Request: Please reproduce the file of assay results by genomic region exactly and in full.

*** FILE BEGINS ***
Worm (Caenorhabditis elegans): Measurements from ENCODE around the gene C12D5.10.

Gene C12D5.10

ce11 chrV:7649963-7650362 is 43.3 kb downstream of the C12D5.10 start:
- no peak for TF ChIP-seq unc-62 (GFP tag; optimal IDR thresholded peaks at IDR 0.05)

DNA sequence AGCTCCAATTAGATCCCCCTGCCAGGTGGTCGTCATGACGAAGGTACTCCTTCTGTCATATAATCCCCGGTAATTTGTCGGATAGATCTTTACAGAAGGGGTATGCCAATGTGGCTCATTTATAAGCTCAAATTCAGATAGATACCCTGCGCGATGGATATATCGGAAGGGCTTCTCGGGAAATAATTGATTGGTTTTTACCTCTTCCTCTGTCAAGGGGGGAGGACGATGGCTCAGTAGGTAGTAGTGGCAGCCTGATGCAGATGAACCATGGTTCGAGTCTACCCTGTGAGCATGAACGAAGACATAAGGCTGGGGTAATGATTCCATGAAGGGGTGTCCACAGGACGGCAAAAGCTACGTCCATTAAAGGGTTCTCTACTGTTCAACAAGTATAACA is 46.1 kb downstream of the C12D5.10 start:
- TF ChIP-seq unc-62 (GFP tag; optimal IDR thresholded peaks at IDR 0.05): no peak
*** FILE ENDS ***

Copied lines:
Worm (Caenorhabditis elegans): Measurements from ENCODE around the gene C12D5.10.

Gene C12D5.10

ce11 chrV:7649963-7650362 is 43.3 kb downstream of the C12D5.10 start:
- no peak for TF ChIP-seq unc-62 (GFP tag; optimal IDR thresholded peaks at IDR 0.05)

DNA sequence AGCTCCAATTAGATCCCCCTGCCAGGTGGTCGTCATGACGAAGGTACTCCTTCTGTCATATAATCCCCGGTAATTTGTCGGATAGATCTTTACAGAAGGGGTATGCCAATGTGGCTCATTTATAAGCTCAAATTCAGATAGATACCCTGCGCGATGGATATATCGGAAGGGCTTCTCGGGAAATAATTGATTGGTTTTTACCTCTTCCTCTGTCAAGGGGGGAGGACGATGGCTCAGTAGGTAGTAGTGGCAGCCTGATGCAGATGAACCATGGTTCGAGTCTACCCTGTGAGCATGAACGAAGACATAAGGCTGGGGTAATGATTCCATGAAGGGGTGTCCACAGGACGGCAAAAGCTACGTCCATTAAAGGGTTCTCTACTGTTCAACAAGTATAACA is 46.1 kb downstream of the C12D5.10 start:
- TF ChIP-seq unc-62 (GFP tag; optimal IDR thresholded peaks at IDR 0.05): no peak